We were very proud to support our comrades in the AMWU and at Paper Australia by defending their legitimate right to take protected industrial action in their fight for better working conditions.
More than 50 employees at the Preston Paper Australia site bravely went out on the grass and started protected industrial action in the form of an indefinite stoppage on January 16 this year in support of their bargaining for better working conditions.
During the stoppage, Paper Australia took the position that they would not negotiate while protected action was taking place.
On February 15, Paper Australia applied to the Fair Work Commission (FWC) to have the protected industrial action suspended for the purposes of a “cooling-off” period, on the basis that unless the action was suspended, the company would not negotiate.
Despite the perverseness of Paper Australia’s application, the FWC granted the suspension to Paper Australia.
The AMWU contacted Slater and Gordon and the firm quickly worked to have the decision overturned before the employees were required to return to work the next day in accordance with the FWC order.
Slater and Gordon lodged a notice of appeal, which included an urgent stay of the FWC’s order, and was able to get the FWC to list the case for hearing that night. In its submission, Slater and Gordon told the FWC:
“We have a situation where employees have been taking industrial action in the form of an indefinite stoppage for 30 days. As part of that there is obviously pressure being built up against the company. The action is taken legitimately as a mechanism under the Act to improve their bargaining position…If this order is to take effect at 6 am tomorrow, it would immediately or quickly undo all the work of the employees...There is no way to rectify that. If the stay is not granted, the employees then lose all the benefit of the 30 days that they have been engaged in …protected, legitimate industrial action.”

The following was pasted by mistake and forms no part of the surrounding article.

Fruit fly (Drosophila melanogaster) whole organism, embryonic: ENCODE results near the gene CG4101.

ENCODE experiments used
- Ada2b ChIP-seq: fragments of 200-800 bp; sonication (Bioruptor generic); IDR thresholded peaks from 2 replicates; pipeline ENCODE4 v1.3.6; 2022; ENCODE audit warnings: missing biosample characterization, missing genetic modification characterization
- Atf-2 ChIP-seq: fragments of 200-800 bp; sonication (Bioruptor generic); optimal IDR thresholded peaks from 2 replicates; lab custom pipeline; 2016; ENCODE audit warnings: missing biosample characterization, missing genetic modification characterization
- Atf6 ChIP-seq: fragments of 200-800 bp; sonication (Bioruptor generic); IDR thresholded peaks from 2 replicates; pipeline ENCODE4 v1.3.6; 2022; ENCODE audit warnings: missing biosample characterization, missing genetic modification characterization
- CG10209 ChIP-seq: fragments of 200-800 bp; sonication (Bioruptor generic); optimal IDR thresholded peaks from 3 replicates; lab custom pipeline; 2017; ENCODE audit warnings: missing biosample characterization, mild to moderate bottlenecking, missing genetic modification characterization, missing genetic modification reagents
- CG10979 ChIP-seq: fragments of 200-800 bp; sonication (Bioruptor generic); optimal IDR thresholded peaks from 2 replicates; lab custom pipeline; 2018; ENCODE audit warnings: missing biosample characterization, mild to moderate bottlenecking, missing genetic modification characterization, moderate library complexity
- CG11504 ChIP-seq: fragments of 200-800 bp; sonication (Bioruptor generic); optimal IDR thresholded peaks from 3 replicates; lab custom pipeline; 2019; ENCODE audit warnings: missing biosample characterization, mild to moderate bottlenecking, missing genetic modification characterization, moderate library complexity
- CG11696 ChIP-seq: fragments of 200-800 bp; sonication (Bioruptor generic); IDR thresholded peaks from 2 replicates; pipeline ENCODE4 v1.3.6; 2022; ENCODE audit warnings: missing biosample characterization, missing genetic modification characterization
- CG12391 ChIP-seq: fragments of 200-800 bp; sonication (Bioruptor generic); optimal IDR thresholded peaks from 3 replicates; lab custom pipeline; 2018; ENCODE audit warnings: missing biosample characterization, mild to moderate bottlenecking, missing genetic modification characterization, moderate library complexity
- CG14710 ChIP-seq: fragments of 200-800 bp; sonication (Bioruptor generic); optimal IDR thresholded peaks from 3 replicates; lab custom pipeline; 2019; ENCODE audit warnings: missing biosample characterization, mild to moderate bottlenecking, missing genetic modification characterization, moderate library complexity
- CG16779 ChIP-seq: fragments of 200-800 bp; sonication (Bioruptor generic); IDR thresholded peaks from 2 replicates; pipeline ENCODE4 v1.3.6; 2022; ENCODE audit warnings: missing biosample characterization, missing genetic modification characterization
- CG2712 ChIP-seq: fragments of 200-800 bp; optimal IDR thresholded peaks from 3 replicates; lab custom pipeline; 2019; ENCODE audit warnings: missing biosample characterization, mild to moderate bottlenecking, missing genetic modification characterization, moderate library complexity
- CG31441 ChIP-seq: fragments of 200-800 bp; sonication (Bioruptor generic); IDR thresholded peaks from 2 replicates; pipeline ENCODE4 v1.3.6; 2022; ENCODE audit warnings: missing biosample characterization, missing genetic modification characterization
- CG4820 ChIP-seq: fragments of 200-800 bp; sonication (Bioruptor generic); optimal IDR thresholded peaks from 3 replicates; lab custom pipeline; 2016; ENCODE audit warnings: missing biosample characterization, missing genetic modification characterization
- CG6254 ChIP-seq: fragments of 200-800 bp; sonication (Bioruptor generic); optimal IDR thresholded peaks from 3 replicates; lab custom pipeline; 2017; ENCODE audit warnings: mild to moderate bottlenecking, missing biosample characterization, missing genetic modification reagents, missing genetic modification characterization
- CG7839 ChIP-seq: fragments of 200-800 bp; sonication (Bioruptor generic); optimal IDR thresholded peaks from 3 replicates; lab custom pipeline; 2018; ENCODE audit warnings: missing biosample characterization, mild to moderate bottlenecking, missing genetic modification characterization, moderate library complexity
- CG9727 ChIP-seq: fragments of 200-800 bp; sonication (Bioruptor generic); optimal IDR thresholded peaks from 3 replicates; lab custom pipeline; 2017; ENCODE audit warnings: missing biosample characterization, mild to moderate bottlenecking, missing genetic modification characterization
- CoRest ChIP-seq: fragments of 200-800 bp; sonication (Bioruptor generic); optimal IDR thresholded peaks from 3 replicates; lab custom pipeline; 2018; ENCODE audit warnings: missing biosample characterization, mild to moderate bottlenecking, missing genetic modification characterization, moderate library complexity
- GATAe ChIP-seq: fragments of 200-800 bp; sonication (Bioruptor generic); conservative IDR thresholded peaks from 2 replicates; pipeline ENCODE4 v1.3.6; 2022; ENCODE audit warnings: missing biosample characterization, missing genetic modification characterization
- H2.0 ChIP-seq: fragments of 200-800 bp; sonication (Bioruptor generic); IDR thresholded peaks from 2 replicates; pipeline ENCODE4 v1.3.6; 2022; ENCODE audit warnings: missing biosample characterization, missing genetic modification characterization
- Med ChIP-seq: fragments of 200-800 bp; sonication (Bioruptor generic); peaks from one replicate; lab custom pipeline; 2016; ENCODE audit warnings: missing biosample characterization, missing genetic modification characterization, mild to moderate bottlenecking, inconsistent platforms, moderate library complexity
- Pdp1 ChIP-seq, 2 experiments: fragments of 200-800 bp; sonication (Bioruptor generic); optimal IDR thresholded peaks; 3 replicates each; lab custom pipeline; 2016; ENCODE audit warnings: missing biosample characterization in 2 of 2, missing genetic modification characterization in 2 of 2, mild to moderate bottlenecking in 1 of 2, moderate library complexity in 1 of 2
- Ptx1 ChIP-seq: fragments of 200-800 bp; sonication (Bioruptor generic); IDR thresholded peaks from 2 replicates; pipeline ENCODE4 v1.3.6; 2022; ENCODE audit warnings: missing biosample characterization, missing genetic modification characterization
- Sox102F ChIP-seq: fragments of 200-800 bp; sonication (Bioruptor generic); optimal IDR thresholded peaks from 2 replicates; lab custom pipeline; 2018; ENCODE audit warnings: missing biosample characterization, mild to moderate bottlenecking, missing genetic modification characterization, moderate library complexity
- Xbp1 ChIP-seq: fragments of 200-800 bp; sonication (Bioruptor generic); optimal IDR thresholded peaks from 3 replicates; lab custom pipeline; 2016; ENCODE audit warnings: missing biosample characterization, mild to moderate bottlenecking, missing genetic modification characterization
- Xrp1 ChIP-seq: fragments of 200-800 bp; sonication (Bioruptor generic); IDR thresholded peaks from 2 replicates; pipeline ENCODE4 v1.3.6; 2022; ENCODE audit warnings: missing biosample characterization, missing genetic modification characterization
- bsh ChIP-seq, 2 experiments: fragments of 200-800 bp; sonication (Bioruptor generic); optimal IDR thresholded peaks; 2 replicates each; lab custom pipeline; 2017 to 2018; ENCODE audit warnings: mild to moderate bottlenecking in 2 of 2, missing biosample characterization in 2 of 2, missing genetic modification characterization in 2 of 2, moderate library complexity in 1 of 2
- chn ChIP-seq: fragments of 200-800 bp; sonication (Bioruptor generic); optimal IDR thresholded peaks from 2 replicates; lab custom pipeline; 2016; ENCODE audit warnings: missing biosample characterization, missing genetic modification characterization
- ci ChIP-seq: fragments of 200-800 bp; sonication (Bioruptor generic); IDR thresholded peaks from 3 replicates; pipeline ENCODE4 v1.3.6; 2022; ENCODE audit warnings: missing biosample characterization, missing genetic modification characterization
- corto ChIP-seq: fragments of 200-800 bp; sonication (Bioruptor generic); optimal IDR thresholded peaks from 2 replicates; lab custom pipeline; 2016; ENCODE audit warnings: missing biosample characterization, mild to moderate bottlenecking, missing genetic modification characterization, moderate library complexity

The FWC accepted Slater and Gordon’s submissions and granted a stay on the suspension order, meaning that the employees could continue their industrial action and were not forced back to work.
Last week the Full Bench of the FWC issued its decision in the appeal and overturned the original FWC decision.
According to Practice Group Leader Industrial and Employment Law, Geoff Borenstein, the only power Paper Australia employees had was protected industrial action and their employer was trying to take that away from them.
“If the original order had been allowed to take effect, it would have immediately undone all the hard work and sacrifices the workers had gone through and removed the pressure the Company was under,” Geoff says.
“Therefore, it was critical that we acted immediately to overturn the decision to preserve the rights of the union and the workers, and thereby, not suffer any loss in bargaining power.”
After the stay order was won, not surprisingly, the company appeared to reverse their “no negotiation during industrial action” policy, and agreed to meet and negotiate with the union.
On Tuesday 6 March, the workers returned to work after reaching an in-principle agreement. The agreement included no reduction in RDOs and every worker getting a pay rise.
In its decision, the Full Bench said that Paper Australia’s refusal to bargain contravened the Fair Work Act.
“If the legislature had intended for either party to be able to withdraw entirely from the bargaining process while protected industrial action was occurring, then such an option would have been identified in the FW Act, but it is not."
Geoff Borenstein spoke to Workplace Express after the Full Bench decision.
"In this case, the employer, Australian Paper, had taken the position that it would not bargain while the protected industrial action of the union continued," he said to Workplace Express.
"This is not an uncommon tactic by employers, and had the potential to significantly increase if the original decision was left to stand.
"It is therefore very important that the Full Bench stated that it was difficult to see how such a refusal could be consistent with the objects of the Act.
"The only effective bargaining tool which employees have is their ability to take protected industrial action.
"This decision decisively dispels the employers' mythology that they can defeat this vital right of employees by manipulating the system and refusing to bargain,” he said.
We recognize how hard it is to take protected action under the current Act and Slater and Gordon will continue to fight hard to protect and defend the rights of our comrades to take protected action.
The contents of this blog post are considered accurate as at the date of publication. However the applicable laws may be subject to change, thereby affecting the accuracy of the article. The information contained in this blog post is of a general nature only and is not specific to anyone’s personal circumstances. Please seek legal advice before acting on any of the information contained in this post.